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Imagery overpowers the literary piece. The author used figurative language that is very appealing for it conveys strong emotions and gives a big impact to the people who read it. The author often used figure of speech such as simile, metaphor and personification. For example, “Just like moons and like suns” (line 9), classified as simile, can be interpreted as a comparison on how the moon and sun rises every day and night, and on how the author herself rises from the difficulties that she had gone through. Shoulders falling down like teardrops” (line 15), which is also simile, seemed a comparison on how a person’s shoulders drop when they feel so down, similar to how teardrops fall from the eyes when being harmed, badly hurt, or emotionally wounded since it mentioned the word “teardrop” which is mostly associated with sadness. “Does my sassiness upset you? ” (line 5); “Do you want to see me broken? ” (line 13); “Does my haughtiness offend you? ” (line 17); “Does my sexiness offend you? (line 25), these lines somewhat get the reader’s attention since the writer started to ask questions. It gives a connection between the reader and the writer and it is very effective because Maya Angelou wants to make the readers read the poem and take it to a more personal level. The author seemed a little sarcastic on how she asked these lines. “Oil wells; gold mines; diamonds”, which is a metaphor, are known to be very valuable and expensive in this present time.

Maya Angelou is like these valuables to herself. She sees herself as a worthy creation and that she also deserves respect and love from other people that tend to degrade her just because she is a black American woman. “At the meeting of my thighs” (line 28), signifies her sexuality of being a woman. “I’m a black ocean, leaping and wide” (line 33); “Welling and swelling I bear in the tide. ” (line 34), the black ocean pertains to Maya Angelou being a black American.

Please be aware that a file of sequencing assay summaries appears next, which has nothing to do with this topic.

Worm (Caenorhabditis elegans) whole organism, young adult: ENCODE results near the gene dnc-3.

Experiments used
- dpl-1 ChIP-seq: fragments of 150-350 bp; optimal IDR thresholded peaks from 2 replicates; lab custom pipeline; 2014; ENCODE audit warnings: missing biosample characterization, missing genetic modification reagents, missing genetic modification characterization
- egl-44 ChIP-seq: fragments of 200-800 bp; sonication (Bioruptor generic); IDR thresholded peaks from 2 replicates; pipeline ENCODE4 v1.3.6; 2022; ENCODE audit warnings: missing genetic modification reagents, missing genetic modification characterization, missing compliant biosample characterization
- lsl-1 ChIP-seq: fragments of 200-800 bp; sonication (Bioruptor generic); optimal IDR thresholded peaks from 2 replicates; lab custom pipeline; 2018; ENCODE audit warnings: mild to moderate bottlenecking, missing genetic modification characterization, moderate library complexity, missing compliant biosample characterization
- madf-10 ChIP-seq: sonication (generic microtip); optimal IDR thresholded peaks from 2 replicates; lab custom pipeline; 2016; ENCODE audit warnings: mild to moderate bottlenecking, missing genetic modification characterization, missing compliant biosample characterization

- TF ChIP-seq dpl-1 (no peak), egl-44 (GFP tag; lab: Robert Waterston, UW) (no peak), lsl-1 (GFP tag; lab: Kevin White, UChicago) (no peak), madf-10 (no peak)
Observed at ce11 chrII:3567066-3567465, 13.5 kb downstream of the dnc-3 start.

The words “leaping” and “wide” show a positive attitude towards freedom and hope, even though that in the time the poem was written, black American has no freedom and are slaves of the whites. On the other hand, “welling” pertains to the writer’s ups, “swelling” are her downs, “tides” are the waves or obstacles she had gone through, where it can be concluded that she accepts and endures all the pain, and that she will stand still after all the obstacles. Maya Angelou used pronouns such as “I” and “you”.

It is said that the pronoun “I” represents black Americans, including Maya Angelou herself that fought against the uncivilized treatment to them during the nation’s civil right movement. On the other hand, the pronoun “you” pertains to the white Americans that tend to be superior over the blacks wherein the latter became a slave of the white people. The poem has a positive tone. Even though the theme of Maya Angelou’s masterpiece is discrimination, it is clearly stated that she is still optimistic and believes that whatever trials, circumstances or obstacles may happen, she will still rise and stand proud.